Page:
Working beside the master can give a person many insights of why the top leader is who he really is. Campaigning door to door brings “polity” to the neighborhood, as the people meet their mayor and ask questions. People visited the mayor’s office and were never turned away, and had their say. People down on their luck, who were given interviews in private industry or in government, and received employment. Young men who became employed in government and then attended law school, or ran for public office were weaned by Mayor Musto. Many to this very day are still from “The Political School That Bill Musto Built!”

The “Father of the New Jersey Lottery” is another name that Mayor Musto was known for in his heyday. Moreover it was interesting to see Mayor Musto and State Assemblyman Chris Jackman, of West New York, who later became a state senator, walk along Journal Square discussing such issues as well as politics after county Democratic meetings were held.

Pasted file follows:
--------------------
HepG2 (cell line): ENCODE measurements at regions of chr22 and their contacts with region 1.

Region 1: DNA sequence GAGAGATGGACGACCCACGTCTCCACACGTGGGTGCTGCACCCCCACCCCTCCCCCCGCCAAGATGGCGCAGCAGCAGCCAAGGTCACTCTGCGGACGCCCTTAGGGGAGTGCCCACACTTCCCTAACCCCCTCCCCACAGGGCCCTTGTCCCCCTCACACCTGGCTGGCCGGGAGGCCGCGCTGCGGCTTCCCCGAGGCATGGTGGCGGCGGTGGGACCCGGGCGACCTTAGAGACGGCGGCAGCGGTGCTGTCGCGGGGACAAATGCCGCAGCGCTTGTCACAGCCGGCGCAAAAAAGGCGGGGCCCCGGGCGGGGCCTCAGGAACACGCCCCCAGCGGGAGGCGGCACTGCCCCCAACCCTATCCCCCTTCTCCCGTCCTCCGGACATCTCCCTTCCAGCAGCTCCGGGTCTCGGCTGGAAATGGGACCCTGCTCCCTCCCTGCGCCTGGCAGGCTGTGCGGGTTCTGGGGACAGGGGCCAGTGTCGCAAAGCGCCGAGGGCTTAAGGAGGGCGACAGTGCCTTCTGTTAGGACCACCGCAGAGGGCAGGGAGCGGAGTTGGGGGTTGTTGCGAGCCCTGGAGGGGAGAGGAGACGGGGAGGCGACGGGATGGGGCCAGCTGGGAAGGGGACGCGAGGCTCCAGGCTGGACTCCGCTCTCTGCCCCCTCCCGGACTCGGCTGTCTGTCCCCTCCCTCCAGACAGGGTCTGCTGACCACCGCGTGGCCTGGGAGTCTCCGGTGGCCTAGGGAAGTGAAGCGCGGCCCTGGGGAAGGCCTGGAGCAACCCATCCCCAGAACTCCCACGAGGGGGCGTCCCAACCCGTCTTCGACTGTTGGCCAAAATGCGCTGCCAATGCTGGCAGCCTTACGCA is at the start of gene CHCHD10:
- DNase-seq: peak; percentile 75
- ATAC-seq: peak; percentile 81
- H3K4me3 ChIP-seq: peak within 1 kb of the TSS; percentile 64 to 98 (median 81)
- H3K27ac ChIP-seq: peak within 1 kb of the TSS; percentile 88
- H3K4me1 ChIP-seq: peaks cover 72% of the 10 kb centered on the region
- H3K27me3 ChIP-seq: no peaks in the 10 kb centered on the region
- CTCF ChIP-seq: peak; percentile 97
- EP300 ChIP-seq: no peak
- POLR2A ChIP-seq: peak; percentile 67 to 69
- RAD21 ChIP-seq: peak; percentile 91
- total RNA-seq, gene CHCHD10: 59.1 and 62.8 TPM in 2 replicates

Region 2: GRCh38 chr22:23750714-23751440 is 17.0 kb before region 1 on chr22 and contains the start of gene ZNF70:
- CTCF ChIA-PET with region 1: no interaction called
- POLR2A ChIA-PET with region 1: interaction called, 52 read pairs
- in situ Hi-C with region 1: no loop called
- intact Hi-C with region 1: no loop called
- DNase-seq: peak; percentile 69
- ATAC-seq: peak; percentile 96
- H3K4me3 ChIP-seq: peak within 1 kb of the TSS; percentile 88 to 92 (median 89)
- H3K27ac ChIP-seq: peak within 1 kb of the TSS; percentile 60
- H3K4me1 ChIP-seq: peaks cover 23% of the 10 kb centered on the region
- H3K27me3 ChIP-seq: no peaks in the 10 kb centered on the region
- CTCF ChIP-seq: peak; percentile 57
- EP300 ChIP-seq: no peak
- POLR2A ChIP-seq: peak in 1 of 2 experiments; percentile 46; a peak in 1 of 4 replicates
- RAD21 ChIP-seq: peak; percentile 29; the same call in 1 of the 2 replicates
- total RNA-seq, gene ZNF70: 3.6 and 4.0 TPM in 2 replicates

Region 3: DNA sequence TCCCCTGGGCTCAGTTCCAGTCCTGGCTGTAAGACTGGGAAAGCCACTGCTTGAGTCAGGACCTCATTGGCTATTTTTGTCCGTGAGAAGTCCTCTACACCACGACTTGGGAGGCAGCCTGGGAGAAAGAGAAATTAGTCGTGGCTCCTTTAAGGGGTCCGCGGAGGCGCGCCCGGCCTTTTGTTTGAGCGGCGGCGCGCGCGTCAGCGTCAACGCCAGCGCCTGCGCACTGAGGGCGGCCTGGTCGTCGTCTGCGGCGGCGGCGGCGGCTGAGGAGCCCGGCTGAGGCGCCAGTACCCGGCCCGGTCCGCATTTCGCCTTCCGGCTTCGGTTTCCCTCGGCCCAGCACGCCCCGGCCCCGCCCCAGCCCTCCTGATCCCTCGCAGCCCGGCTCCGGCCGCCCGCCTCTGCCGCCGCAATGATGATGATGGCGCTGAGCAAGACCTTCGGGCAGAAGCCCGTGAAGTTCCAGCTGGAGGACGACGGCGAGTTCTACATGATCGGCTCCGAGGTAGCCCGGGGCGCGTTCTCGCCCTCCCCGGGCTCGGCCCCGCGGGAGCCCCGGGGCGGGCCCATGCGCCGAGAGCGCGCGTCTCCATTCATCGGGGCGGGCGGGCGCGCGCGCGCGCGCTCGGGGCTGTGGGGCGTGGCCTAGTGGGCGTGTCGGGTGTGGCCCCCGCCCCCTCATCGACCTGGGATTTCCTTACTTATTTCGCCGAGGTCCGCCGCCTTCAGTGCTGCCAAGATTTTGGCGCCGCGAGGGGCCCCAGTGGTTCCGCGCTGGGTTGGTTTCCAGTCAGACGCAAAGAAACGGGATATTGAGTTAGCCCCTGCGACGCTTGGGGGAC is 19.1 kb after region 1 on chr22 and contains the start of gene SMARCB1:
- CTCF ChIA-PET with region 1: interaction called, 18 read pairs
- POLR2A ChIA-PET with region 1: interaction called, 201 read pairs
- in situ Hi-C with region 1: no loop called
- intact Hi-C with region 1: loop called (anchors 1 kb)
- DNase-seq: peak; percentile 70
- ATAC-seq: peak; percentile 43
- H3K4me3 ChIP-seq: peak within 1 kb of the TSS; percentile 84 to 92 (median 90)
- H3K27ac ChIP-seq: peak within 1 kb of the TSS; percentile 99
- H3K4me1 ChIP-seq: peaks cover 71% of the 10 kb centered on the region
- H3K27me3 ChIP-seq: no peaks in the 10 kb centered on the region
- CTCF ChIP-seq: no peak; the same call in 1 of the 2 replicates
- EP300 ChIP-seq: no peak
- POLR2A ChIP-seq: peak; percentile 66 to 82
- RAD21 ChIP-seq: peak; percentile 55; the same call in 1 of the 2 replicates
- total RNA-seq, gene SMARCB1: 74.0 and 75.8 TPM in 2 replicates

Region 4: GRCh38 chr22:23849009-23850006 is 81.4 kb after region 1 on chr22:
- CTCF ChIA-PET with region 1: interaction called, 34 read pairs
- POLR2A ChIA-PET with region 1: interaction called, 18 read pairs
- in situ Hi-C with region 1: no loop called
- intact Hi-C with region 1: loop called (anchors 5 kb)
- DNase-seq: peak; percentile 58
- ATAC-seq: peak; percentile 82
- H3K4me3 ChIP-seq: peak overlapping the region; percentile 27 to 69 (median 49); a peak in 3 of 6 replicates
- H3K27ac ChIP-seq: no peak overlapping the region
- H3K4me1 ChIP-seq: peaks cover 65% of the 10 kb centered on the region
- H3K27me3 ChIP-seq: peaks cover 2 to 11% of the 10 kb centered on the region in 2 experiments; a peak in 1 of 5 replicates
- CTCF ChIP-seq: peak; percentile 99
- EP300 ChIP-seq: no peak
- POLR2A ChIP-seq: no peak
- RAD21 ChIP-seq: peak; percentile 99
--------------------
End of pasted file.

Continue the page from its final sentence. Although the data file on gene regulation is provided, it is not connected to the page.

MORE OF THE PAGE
The North Hudson County Democratic leader, who for a brief time became the Hudson County leader, teaming up with two other North Hudson legends – none other than West New York Mayor Anthony M. DeFino and Mayor Steve Cappiello of Hoboken – together with State Sen. Wally Shiel of Jersey City in the early 1980s was a first for North Hudson. Mayor Cappiello of Hoboken was the county Democratic Chairman, and Mayor Musto was the leader. Such a combination of a non-elected Democratic leader and an elected county Democratic chairman was in vogue during the reigns of Mayor Frank Hague and Mayor John V. Kenny of Jersey City. Seemingly, Mayor Bill Musto carried on this strategem until circa 1983, as the only North Hudson Democratic Mayor to do.